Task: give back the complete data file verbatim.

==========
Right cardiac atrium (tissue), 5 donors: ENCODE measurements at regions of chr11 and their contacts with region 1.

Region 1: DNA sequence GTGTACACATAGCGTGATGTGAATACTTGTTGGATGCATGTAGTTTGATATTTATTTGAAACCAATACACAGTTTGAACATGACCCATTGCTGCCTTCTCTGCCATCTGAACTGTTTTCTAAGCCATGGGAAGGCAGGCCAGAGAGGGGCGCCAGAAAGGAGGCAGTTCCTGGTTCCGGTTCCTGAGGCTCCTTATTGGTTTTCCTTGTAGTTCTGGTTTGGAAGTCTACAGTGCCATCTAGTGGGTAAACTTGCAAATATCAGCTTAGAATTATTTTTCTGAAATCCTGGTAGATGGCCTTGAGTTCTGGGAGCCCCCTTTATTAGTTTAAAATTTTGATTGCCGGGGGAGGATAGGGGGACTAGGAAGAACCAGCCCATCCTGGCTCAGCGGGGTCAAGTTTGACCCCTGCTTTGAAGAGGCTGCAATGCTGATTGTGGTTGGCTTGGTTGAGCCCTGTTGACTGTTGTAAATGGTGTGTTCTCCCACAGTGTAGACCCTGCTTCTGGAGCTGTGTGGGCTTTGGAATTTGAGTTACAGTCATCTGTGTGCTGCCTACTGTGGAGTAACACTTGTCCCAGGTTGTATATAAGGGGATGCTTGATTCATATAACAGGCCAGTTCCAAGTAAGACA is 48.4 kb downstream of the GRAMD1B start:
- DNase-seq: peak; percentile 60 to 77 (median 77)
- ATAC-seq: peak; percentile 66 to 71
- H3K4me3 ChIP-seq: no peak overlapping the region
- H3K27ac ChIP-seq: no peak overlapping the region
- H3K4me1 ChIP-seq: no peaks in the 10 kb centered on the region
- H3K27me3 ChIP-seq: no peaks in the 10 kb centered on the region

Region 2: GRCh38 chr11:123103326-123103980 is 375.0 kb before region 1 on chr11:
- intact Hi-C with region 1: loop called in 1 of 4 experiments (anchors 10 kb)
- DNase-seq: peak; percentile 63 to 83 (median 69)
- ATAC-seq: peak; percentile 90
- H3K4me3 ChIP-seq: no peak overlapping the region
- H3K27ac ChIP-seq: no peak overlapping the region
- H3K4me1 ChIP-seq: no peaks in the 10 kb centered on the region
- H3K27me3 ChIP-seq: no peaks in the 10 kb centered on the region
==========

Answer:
Right cardiac atrium (tissue), 5 donors: ENCODE measurements at regions of chr11 and their contacts with region 1.

Region 1: DNA sequence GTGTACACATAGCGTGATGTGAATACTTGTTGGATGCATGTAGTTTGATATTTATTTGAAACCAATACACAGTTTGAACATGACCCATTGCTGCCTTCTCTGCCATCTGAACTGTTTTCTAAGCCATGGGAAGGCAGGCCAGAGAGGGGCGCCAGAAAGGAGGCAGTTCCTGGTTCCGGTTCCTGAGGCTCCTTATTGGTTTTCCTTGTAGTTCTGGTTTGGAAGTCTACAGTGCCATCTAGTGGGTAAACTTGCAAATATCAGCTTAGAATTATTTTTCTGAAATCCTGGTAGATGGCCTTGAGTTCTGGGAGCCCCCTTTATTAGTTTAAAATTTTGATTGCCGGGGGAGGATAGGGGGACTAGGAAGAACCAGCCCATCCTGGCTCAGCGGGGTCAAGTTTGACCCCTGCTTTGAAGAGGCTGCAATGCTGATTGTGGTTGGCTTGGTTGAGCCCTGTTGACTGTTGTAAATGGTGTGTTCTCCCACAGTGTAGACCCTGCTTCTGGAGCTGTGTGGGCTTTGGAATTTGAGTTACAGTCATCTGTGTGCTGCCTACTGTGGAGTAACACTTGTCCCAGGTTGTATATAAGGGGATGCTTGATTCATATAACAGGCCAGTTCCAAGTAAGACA is 48.4 kb downstream of the GRAMD1B start:
- DNase-seq: peak; percentile 60 to 77 (median 77)
- ATAC-seq: peak; percentile 66 to 71
- H3K4me3 ChIP-seq: no peak overlapping the region
- H3K27ac ChIP-seq: no peak overlapping the region
- H3K4me1 ChIP-seq: no peaks in the 10 kb centered on the region
- H3K27me3 ChIP-seq: no peaks in the 10 kb centered on the region

Region 2: GRCh38 chr11:123103326-123103980 is 375.0 kb before region 1 on chr11:
- intact Hi-C with region 1: loop called in 1 of 4 experiments (anchors 10 kb)
- DNase-seq: peak; percentile 63 to 83 (median 69)
- ATAC-seq: peak; percentile 90
- H3K4me3 ChIP-seq: no peak overlapping the region
- H3K27ac ChIP-seq: no peak overlapping the region
- H3K4me1 ChIP-seq: no peaks in the 10 kb centered on the region
- H3K27me3 ChIP-seq: no peaks in the 10 kb centered on the region